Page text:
Encrypting Data

Governments should not have the ability to decrypt user data, even to access data that would support criminal cases. These are my 3 main reasons:

The government already has tools in which to conduct investigations.

The recent push for a backdoor to encrypted data by law enforcement is couched in the idea of protecting children from predators. A noble pursuit, to be sure, but the government already has a variety of ways to conduct investigations without accessing a suspect’s phone. The government, through police work, can build cases. The FBI can already get into phones without help anyway.

Back-door decryption is like having no encryption at all.

When a key exists, it is only a matter of time before it is used and, the more instances of a key, the more likely it is that it will be used, thereby making encryption useless. Currently, there is a bill under consideration, the “Lawful Access to Encrypted Data Act of 2020” or, commonly known as the Earn It Bill. The Center for Internet and Society at Stanford Law School has an excellent take on why this bill is terrible, unnecessary, and inherently dangerous. “The bill is an actual, overt, make-no-mistake, crystal-clear ban on providers from offering end-to-end encryption in online services, from offering encrypted devices that cannot be unlocked for law enforcement, and indeed from offering any encryption that does not build in a means of decrypting data for law enforcement.” (Pfefferkorn, 2020)

Would make all data less safe.

Giving the keys to the encrypted kingdom, even for law enforcement, can lead to abuse. What is to stop someone from obtaining a warrant for data under false pretenses? Or for someone to submit fake or altered paperwork? Remember, the government can already gain access to data by hacking, compelling backdoors just makes the job easier for the government but opens huge security gaps for everyone else.

Encryption is a vital component for securing sensitive data. Although the reasons for the government to have backdoor access seem like a good idea, it would make data much less secure for everyone, for no good reason. According to ScientificAmerican.com, “An encryption backdoor would create a single point of failure. If the keys held by the government were penetrated by criminals, terrorists, or foreign governments, the consequences would be far greater than the harm caused by the theft of sensitive data of as many as four million people in the breach of the U.S. Office of Personnel Management.” (Diffie, 2020)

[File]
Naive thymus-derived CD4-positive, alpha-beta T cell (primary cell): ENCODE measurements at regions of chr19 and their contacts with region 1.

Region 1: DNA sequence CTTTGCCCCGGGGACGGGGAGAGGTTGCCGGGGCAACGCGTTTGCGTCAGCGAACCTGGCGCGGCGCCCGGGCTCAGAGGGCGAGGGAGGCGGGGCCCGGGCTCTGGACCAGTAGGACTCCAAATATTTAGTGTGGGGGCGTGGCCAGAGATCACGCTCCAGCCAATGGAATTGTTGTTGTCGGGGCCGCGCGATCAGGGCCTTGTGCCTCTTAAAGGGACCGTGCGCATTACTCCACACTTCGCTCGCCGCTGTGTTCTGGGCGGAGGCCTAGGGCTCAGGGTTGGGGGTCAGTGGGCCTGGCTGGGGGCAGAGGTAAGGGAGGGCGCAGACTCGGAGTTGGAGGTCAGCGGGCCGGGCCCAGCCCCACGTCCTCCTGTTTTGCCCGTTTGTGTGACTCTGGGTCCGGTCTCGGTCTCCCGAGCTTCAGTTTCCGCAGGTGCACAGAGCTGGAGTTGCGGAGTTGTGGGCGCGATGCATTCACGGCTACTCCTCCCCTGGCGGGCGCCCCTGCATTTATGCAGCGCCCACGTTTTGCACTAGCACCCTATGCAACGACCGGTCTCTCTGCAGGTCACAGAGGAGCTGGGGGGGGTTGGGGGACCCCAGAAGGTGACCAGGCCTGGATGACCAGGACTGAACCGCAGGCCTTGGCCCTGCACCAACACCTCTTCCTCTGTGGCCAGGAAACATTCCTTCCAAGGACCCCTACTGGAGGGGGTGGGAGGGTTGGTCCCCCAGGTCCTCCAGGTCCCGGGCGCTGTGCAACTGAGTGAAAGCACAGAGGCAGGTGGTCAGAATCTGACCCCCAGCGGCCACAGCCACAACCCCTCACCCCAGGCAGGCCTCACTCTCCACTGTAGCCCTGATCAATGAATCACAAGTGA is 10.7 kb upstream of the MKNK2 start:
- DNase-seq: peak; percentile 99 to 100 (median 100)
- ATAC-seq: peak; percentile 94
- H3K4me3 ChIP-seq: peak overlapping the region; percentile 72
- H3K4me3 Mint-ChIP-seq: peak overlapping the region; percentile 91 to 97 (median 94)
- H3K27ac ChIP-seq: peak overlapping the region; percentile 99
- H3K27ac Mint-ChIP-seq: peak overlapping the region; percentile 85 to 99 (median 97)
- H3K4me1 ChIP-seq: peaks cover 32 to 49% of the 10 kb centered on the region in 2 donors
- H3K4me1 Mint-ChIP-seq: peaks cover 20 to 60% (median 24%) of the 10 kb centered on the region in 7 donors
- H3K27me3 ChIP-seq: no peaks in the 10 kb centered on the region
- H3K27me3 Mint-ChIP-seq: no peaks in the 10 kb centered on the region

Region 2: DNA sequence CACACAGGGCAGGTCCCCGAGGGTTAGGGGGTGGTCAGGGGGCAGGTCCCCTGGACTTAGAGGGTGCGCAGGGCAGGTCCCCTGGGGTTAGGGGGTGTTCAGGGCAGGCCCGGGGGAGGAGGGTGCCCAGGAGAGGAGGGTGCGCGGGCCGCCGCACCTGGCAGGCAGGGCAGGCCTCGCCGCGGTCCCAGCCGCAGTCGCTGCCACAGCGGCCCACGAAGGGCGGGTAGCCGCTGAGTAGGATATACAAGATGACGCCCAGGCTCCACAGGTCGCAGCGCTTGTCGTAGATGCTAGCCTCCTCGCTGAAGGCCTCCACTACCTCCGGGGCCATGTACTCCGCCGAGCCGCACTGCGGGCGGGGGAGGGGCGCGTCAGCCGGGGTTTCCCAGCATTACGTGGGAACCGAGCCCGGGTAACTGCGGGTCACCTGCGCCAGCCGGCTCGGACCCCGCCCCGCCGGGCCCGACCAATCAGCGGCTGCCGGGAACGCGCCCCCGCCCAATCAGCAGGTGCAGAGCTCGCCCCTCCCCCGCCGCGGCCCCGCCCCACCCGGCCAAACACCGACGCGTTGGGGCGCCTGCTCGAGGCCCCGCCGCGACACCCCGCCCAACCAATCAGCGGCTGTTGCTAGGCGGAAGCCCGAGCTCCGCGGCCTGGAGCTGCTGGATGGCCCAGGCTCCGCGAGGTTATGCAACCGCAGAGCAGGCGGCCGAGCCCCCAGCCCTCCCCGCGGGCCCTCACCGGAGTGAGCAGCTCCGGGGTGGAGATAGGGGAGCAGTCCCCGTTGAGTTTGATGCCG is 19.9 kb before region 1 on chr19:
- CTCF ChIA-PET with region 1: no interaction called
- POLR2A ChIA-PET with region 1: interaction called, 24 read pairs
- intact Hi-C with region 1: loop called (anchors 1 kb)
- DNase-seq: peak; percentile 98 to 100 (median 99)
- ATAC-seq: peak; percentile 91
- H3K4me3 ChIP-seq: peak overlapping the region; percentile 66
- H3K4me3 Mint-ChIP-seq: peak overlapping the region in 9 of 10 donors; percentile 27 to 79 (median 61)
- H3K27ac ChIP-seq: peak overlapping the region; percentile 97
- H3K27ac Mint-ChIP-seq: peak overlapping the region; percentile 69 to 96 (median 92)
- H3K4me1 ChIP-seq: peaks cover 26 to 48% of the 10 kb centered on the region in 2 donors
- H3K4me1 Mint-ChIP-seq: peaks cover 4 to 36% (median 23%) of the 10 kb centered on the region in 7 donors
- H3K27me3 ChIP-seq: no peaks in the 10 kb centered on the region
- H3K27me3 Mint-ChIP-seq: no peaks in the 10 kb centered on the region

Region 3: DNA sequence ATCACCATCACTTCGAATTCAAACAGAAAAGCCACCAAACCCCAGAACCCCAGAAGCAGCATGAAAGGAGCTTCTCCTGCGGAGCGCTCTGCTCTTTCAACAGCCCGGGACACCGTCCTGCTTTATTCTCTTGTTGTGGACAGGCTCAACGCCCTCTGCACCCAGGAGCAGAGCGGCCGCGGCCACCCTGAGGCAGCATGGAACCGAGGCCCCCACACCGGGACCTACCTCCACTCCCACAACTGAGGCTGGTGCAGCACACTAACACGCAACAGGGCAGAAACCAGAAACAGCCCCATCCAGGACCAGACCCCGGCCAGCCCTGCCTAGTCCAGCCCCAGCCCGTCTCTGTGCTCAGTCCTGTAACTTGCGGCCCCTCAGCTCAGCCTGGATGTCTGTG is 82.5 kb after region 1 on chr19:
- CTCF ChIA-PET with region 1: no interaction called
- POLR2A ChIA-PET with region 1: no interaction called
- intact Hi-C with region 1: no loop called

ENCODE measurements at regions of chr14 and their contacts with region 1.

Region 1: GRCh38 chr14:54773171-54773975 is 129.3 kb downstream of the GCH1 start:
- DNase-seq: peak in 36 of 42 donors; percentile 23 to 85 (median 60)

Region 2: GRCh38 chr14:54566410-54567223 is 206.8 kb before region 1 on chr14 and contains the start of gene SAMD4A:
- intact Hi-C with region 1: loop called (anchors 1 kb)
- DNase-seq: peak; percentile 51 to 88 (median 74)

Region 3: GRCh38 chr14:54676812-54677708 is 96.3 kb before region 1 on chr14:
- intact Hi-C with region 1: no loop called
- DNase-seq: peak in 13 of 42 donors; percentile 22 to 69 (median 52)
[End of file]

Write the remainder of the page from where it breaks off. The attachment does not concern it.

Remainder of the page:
Cox, J. (2019, July 23). VICE - Barr Says Police Need Encryption Backdoors, Doesn’t Mention Hacking Tools They Use All the Time. https://www.vice.com/en_us/article/neaadm/barr-says-police-need-backdoors-doesnt-mention-hacking-cellebrite-graykey
Diffie, W. (2020, June 30). The Encryption Wars Are Back but in Disguise. Scientific American. https://www.scientificamerican.com/article/the-encryption-wars-are-back-but-in-disguise/
Pfefferkorn, R. (2020, June 24). There’s Now an Even Worse Anti-Encryption Bill Than EARN IT. That Doesn’t Make the EARN IT Bill OK. /blog/2020/06/there%E2%80%99s-now-even-worse-anti-encryption-bill-earn-it-doesn%E2%80%99t-make-earn-it-bill-ok
The FBI is mad because it keeps getting into locked iPhones without Apple’s help. (2020, May 22). TechCrunch. https://social.techcrunch.com/2020/05/22/the-fbi-is-mad-because-it-keeps-getting-into-locked-iphones-without-apples-help/
Whittaker, Z. (2020, June 30). Decrypted: Police leaks, iOS 14 kills ad-tracking, anti-encryption bill. TechCrunch. https://social.techcrunch.com/2020/06/30/decrypted-police-leaks-anti-encryption/

Iris Gomez

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